Pinellas still hopes to prepare special-ed students, despite cuts
Travis White, a special education student from Northeast High School, got a job at Love My Dog after the school district spent a year trying to convince the owner that it was a good idea. Now, he's been offered a full-time position after he graduates from the extended learning program. White cleans out the splash pool. CLIFF MCBRIDE/STAFF
ST. PETERSBURG - When Arnel Faren graduated from Gibbs High School in 2009, he wasn't able to answer his father's questions about what he was going to do with his life.
Now that he's graduated from the Pinellas County school district's Extended Transition program, his future is blossoming like the plants he grows at Island Bamboo garden in Pinellas Park, where he works.
"I learned there are times where people will ridicule you, but even if they do, which happens very often, as hard as it may be, always do your best," said Faren, 22. "They may say, 'Oh, you're retarded.' or 'You're stupid,' but you can prove them wrong. You can show them what you can do."
The Extended Transition program isn't included in the $6.5 million in proposed cuts to special education programs in Pinellas County Schools, which spends $64 million more than the state average to teach students with disabilities and where many classes are underenrolled. The changes won't put any of the school district's special-ed students at risk, administrators say; but those closest to the students worry about how they'll be effected.
"There are tons of kids already who need to be in this program and aren't," said Mary Sharpe, one of three job trainers in the program that helps 18- to 22-year-olds land jobs after high school. "It's hard to say how those cuts will affect us. We may see more kids. Who knows?"
Eliminating positions accounts for about $4.7 million of the cuts, while $1.8 million would be saved by closing K-12 Hamilton Disston School in Gulfport and moving students to Calvin Hunsinger School in Clearwater or Richard L. Sanders School in Pinellas Park.
The change is expected to boost enrollment at Calvin Hunsinger from 111 students to 150 and from 123 to 140 at Richard L. Sanders, according to school district estimates. Hamilton Disston was built to accommodate 225 students but serves only 101 and has about 40 employees.
Moving to larger class sizes could impact some special-ed students, though district administrators have said the change will provide more opportunities for extracurricular activities and more social interaction.
For Gerard Wright, one of three students in Hamilton Disston's last graduating class, the small class sizes are what made the school "a family" and helped him finally pass the FCAT. Being able to walk across the graduation stage with his cousins at Boca Ciega High School's Wednesday ceremony was the highlight of his high school career and the first step toward his dream of becoming a nurse.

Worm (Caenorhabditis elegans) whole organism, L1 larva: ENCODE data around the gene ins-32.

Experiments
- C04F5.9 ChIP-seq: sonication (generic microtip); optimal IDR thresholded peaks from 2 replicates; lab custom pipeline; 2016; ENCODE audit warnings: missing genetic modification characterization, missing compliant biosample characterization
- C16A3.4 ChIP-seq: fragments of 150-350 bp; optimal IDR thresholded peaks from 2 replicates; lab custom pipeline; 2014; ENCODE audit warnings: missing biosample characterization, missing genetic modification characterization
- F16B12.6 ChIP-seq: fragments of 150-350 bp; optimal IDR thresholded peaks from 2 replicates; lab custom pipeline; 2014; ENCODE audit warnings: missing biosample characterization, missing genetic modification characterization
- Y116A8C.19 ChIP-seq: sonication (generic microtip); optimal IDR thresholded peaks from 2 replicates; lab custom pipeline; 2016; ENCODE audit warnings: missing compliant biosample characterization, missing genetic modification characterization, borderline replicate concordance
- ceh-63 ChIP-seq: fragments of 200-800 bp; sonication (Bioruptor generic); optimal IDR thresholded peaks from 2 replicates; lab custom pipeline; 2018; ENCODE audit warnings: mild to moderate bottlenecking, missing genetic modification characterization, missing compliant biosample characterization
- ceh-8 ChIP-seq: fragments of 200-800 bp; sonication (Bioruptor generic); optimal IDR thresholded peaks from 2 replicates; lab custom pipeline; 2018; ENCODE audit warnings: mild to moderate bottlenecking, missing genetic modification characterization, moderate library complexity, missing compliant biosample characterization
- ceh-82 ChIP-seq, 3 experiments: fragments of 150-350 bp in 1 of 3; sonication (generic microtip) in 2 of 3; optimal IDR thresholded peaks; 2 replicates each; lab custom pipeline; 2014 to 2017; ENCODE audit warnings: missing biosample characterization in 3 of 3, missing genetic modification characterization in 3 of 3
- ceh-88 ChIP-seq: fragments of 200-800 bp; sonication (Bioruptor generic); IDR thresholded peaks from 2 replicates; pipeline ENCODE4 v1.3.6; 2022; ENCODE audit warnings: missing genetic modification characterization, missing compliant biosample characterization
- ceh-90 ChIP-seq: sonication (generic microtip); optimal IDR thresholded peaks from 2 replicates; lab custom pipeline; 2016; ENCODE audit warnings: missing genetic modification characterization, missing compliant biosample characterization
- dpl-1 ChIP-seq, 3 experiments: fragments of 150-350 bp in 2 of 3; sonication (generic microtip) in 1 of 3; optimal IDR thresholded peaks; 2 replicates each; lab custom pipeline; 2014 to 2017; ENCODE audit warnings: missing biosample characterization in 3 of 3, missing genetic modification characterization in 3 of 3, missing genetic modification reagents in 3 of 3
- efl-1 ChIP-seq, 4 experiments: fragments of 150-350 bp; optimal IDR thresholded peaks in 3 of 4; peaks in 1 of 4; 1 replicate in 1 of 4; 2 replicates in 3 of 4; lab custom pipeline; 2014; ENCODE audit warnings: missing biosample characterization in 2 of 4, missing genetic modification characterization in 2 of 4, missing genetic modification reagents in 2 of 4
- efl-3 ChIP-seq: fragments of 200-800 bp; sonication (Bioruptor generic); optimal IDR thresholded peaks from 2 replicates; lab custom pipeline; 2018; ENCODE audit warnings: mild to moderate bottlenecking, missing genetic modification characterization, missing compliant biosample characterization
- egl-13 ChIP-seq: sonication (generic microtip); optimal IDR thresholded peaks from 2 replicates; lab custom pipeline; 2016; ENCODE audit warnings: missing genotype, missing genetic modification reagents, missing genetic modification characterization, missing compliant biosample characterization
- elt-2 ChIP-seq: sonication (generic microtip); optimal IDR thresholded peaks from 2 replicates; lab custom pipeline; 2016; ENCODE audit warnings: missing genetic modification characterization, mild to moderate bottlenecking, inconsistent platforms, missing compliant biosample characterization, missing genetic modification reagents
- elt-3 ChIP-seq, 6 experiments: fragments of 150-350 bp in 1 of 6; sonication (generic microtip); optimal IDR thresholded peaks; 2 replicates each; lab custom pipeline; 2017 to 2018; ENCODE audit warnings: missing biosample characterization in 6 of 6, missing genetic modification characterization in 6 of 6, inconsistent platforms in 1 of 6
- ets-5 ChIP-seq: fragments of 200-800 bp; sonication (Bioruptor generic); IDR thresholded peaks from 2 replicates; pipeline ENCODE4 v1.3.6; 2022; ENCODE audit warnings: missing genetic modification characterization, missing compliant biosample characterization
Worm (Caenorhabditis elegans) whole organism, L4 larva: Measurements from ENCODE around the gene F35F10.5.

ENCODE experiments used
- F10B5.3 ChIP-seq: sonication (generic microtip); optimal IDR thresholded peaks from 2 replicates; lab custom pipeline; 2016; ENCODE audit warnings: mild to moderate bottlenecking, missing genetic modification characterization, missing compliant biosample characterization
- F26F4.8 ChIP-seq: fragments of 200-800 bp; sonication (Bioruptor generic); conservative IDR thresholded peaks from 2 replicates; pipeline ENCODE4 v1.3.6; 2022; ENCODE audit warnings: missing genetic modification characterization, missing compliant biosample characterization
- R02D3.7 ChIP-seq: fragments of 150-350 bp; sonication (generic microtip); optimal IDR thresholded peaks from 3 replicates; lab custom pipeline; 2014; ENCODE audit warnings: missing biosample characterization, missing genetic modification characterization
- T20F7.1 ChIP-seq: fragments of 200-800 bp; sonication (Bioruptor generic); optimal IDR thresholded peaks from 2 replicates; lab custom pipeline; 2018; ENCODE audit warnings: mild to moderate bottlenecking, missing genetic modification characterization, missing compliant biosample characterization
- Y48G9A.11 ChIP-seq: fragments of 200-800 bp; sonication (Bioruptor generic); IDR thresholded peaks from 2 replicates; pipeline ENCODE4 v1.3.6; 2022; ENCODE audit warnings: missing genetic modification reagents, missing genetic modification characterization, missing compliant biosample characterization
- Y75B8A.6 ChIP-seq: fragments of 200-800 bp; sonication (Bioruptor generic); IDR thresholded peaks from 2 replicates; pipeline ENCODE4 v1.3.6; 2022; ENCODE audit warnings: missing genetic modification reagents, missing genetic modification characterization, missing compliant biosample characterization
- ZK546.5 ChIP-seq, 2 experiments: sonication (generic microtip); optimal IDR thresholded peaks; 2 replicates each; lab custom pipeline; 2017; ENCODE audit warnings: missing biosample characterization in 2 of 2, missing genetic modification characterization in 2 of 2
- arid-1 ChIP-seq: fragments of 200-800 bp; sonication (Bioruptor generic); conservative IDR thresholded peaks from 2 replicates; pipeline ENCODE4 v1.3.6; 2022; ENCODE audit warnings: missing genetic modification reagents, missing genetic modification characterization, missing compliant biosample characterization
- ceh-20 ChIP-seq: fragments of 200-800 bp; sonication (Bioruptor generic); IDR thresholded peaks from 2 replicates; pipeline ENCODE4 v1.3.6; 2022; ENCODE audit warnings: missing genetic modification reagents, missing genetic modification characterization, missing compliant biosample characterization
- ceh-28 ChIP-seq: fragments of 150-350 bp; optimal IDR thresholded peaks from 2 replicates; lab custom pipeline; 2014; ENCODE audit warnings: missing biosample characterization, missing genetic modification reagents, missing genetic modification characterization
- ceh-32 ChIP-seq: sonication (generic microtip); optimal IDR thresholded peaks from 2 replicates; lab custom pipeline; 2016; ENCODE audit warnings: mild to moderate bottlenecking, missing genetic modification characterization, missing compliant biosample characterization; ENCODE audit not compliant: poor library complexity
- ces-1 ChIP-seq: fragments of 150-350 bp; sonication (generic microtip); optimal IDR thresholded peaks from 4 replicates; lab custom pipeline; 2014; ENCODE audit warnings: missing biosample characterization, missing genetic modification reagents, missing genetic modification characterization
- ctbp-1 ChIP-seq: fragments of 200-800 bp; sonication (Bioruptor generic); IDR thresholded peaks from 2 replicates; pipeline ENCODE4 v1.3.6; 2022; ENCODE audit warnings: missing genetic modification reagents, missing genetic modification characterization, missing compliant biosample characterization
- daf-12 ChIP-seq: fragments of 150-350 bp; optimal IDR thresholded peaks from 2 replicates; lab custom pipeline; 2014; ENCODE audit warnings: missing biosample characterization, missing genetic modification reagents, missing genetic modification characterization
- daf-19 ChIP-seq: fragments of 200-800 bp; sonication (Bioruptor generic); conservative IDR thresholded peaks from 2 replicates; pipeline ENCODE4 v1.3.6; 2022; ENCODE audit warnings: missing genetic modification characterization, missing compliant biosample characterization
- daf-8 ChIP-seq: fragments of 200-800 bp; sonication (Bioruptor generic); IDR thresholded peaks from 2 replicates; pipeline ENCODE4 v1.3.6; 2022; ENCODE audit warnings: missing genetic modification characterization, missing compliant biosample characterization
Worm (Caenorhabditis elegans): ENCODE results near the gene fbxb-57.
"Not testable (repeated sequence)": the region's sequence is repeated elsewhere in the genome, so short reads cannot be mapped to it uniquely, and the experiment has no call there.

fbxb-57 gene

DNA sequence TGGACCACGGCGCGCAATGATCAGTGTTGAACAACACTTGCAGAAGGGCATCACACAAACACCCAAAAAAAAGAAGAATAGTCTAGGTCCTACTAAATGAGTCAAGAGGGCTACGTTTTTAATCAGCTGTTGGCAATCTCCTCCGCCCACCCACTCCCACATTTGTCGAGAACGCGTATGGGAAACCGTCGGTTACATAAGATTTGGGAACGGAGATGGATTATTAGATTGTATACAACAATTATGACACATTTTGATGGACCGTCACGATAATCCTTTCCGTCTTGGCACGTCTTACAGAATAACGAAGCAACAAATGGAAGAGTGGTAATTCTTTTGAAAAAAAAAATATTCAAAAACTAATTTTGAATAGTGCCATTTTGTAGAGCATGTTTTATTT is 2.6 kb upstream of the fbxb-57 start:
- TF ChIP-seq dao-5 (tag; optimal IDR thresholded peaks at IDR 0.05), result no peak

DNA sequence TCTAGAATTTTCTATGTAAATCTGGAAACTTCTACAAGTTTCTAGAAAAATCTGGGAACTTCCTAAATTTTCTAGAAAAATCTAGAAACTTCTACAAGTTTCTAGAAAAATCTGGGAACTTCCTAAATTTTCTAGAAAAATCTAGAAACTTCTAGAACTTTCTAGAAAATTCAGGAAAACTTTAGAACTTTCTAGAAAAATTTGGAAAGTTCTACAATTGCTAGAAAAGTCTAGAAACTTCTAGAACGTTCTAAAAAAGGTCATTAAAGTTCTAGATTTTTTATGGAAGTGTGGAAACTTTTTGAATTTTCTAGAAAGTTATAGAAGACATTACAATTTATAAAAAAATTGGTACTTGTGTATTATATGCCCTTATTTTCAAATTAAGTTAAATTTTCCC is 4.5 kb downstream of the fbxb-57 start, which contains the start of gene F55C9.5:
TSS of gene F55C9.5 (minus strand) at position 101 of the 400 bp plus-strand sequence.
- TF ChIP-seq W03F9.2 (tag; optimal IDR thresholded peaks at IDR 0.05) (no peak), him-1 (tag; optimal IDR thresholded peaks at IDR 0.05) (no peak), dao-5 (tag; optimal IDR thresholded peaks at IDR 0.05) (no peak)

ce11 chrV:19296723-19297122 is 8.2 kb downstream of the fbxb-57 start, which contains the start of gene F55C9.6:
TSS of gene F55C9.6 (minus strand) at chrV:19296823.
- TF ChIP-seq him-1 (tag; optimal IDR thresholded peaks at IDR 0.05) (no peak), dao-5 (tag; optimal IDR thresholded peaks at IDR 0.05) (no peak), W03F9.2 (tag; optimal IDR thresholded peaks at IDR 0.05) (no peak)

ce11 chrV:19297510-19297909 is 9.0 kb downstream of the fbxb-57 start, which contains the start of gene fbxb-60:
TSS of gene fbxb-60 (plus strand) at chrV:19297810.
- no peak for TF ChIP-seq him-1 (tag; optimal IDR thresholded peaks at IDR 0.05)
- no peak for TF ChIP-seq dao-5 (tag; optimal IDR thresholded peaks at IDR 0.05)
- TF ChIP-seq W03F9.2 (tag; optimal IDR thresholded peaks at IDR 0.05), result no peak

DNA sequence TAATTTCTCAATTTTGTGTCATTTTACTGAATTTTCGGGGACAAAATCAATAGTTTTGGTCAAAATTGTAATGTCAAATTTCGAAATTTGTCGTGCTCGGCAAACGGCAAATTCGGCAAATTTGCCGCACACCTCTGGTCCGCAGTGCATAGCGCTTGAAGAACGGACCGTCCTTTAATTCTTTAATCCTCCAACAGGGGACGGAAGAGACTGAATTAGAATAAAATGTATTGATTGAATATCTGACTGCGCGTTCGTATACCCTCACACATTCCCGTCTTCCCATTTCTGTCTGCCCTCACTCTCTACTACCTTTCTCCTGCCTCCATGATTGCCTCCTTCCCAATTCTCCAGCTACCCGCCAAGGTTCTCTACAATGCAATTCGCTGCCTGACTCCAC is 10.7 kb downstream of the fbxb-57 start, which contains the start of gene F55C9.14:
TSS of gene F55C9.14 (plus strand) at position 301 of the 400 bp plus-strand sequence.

"It was a very good school, it helped us through all of the pain and tears, and I'm very sad to see it closed; but with budget cuts I understand why," said Wright's mother, Chanthini Childs. "I have another one that's going to end up going to one of the other schools, and I think that'll be good that they're around more people."
The schools won't be the only ones dealing with more students.
Next year, the Extended Transition program is expecting 129 new students, Sharpe said. That's a large influx compared to the 60 to 80 students who have passed through the program this year.
"There are only three job coaches for the whole county, so we're stretched pretty thin," Sharpe said. "There are already times where I can't get to everyone."
The visits help boost the confidence of students, many of whom have an IQ of less than 70, she said.
Travis White, 22, for example, is intellectually disabled but in October beat out 20 other employees to win the employee of the month award at Love My Dog, a pet resort and playground in St. Petersburg, where he performs odd jobs, such as laundry and lawn maintenance, and recently earned a bonus, said owner Natalie Conner.
"I love it," he said. "I learn communication and responsibility. I'd like to work here forever."
The consolidations in the school system will make Sharpe's job that much more important to ensuring student success. Wednesday was her last time visiting students aging out of the transitions program, and starting Monday many of her students will begin working with St. Petersburg nonprofit PlacementWorks, doing things such as scheduling cabs.
"They're scaling back on staff, not on students," Sharpe said. "What's really important to keep our program going is community involvement - finding employers that are willing to hire our students - and that can take some time. We'll be OK."